Timings can sometimes be misleading. The introduction to the first movement of the Fifth is pretty slow but Barenboim drives the Allegro along at quite a lick and the overall timing for this movement is about average. The slow movement of the Fifth is also quite fast but, for me, this symphony is the highlight of the cycle. Whether or not it was recorded “live”, it certainly has the tension of a live performance. Barenboim holds the massive structures of the finale together most effectively, culminating in a thrilling combination of fugue and chorale at the climax. Other clear successes are the Third, Sixth and Ninth. The adagio of the Ninth is of interest in that Barenboim finds as much hope as anguish in the impassioned opening bars – in marked contrast to the approach of Wand with the same orchestra. There is not much else to say about Barenboim’s straightforward but convincing interpretations of these three works. All blaze with great conviction and are renditions to which I will wish to return. Along with First and its coupling, the symphonies mentioned in this paragraph (i.e. Nos. 3, 5, 6 and 9) would be worth considering on single discs although none of them would be a top choice.

Much the most problematic performance here is the Second which was the last to be recorded – an “off day” I fear. Here even the orchestral playing is not quite at the usual exceptional standard and the outer movements are too slow. The finale is particularly unconvincing. In this performance one is almost immediately reminded of the original nickname Pausensinfonie since there is a massive pause just before the letter B in the first movement, around two minutes into the work. The four bars in question consist only of one timpani stroke on the first beat of three bars followed by an effective pause of seven beats. The first two timpani strokes are barely audible, the third is inaudible and then somebody – and my inclination would be to suspect the producer rather than Barenboim – adds an extra bar of nothing. The pause is therefore almost twice as long as it should be and, if you weren’t listening very hard and missed the first two timpani strokes, you might be left wondering if there had been a power cut. The middle movements of this work are much more satisfactory but, overall, this Second is the one significant disappointment.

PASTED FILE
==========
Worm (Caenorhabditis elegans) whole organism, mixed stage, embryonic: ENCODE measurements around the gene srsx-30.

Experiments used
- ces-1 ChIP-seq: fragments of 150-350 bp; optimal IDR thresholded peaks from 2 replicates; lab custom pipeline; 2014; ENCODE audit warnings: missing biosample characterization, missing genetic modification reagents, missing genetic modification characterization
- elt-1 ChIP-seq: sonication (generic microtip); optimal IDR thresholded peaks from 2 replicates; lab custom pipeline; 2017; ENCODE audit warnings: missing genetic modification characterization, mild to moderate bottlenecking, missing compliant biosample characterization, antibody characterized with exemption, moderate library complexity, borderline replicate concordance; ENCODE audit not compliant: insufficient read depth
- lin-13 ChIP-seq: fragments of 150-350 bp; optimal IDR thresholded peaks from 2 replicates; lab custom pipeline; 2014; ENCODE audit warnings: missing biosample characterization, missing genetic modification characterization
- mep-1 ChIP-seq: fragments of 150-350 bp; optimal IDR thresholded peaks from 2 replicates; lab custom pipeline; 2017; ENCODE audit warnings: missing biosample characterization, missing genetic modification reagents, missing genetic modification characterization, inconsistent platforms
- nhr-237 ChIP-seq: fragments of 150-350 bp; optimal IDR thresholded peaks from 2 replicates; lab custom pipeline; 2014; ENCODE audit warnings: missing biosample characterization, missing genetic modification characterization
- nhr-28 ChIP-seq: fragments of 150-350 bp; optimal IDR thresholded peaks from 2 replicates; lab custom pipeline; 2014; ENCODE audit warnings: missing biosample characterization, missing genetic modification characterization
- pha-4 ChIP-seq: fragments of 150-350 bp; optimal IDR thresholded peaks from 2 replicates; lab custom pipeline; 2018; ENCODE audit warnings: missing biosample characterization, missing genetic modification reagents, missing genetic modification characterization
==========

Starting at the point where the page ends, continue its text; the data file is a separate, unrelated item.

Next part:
The Fourth and Seventh symphonies would certainly not stand out against the massed ranks of competition and the Eighth is ultimately a bit disappointing after a promising opening movement and scherzo. The first movement is taken quite quickly relative to many other conductors but this is more consistent with Bruckner’s tempo marking (Allegro moderato). Unfortunately the climaxes of both the adagio and the finale both seem to miss something; for one thing the harp is insufficiently prominent in the adagio. Great moments pass by without quite registering as they can. At the very end Barenboim goes for broke but the result lacks grandeur. This Eighth is therefore not in the same league as the last readings by Wand or Karajan. All the above criticisms are relative to the very best. Apart from possibly the Second Symphony, none of these performances is sufficiently flawed that it should deter the collector who wants a single set.

Superficially the documentation looks good considering the bargain price but it could easily have been much better. This mainly takes the form of an essay on each work by a variety of authors, presumably a conglomeration of what is provided for the individual discs. The main shortcomings are a lack of consideration of the general issues surrounding Bruckner’s symphonies and little biographical information. My lack of trust in the asterisks which define the live recordings and the paucity of information on editions are noted above, and I also spotted some errors in the timings; the overall timings for the first two discs and the first movement of the Ninth are wrong.

At the basement price level there is competition from two other sets with which I am familiar - Eugen Jochum’s Dresden readings for EMI and Georg Tintner on Naxos. Barenboim’s set seems preferable to Jochum’s in virtually all respects. One advantage of Tintner’s set is that it is includes Symphonies Nos. 0 and 00 but this cycle is unusual in terms of versions; in particular giving us the first versions of the Second, Third and Eighth. Whilst these are all treasurable discs for the serious Bruckner collector, they are not for people who just want one recording of each symphony. Tintner’s recorded sound is fine and his various orchestras are good but not as good as the Berlin Philharmonic. Taking all these factors into consideration, Barenboim’s set is the best value “complete” Bruckner around at the moment. I would not choose his cycle in preference to Bernard Haitink’s Amsterdam recordings from the 1960s and 1970s but that seems to have been recently deleted. Unless and until that re-emerges at bargain price, Barenboim is in pole position.

Patrick C Waller

Link to general review of all Bruckner’s symphonies: http://www.musicweb-international.com/classrev/2005/Feb05/Bruckner_symphonies_PWJQ.htm

Link to review of Symphony No 3:
http://www.musicweb-international.com/classrev/2003/Nov03/Bruckner3_Barenboim.htm

Link to review of Symphony No 7:
http://www.musicweb-international.com/classrev/2003/Sept03/ANTON_BRUCKNER_barenboim.htm

Link to review of Symphony No 8:
http://www.musicweb-international.com/classrev/2004/July04/Bruckner8_Barenboim.htm